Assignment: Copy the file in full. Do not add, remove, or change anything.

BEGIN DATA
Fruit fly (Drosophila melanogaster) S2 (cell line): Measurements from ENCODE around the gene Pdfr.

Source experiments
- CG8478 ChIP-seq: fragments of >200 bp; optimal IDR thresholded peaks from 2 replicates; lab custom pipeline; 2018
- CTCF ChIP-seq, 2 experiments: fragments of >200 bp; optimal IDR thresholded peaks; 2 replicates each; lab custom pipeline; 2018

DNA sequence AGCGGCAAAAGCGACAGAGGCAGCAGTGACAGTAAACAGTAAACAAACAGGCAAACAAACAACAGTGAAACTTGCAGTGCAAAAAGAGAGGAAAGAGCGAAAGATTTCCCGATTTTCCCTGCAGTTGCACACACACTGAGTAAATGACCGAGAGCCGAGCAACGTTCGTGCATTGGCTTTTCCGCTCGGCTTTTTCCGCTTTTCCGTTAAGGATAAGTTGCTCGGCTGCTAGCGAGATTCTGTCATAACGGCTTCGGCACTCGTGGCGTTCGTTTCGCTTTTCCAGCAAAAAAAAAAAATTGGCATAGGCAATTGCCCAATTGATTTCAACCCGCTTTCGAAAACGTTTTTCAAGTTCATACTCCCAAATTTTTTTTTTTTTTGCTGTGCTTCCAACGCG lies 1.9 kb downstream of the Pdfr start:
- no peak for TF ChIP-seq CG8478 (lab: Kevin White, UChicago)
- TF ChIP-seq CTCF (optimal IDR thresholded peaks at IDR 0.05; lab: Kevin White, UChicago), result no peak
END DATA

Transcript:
Fruit fly (Drosophila melanogaster) S2 (cell line): Measurements from ENCODE around the gene Pdfr.

Source experiments
- CG8478 ChIP-seq: fragments of >200 bp; optimal IDR thresholded peaks from 2 replicates; lab custom pipeline; 2018
- CTCF ChIP-seq, 2 experiments: fragments of >200 bp; optimal IDR thresholded peaks; 2 replicates each; lab custom pipeline; 2018

DNA sequence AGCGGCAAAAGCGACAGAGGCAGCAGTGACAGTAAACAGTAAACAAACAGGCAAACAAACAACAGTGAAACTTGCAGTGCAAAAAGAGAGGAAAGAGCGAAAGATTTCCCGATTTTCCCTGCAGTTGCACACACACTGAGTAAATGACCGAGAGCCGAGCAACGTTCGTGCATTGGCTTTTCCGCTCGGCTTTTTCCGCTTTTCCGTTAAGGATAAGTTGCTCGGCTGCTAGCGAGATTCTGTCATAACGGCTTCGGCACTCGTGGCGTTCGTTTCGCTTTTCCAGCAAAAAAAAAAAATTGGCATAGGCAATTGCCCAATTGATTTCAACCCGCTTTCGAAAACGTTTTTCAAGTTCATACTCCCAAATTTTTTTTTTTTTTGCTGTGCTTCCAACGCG lies 1.9 kb downstream of the Pdfr start:
- no peak for TF ChIP-seq CG8478 (lab: Kevin White, UChicago)
- TF ChIP-seq CTCF (optimal IDR thresholded peaks at IDR 0.05; lab: Kevin White, UChicago), result no peak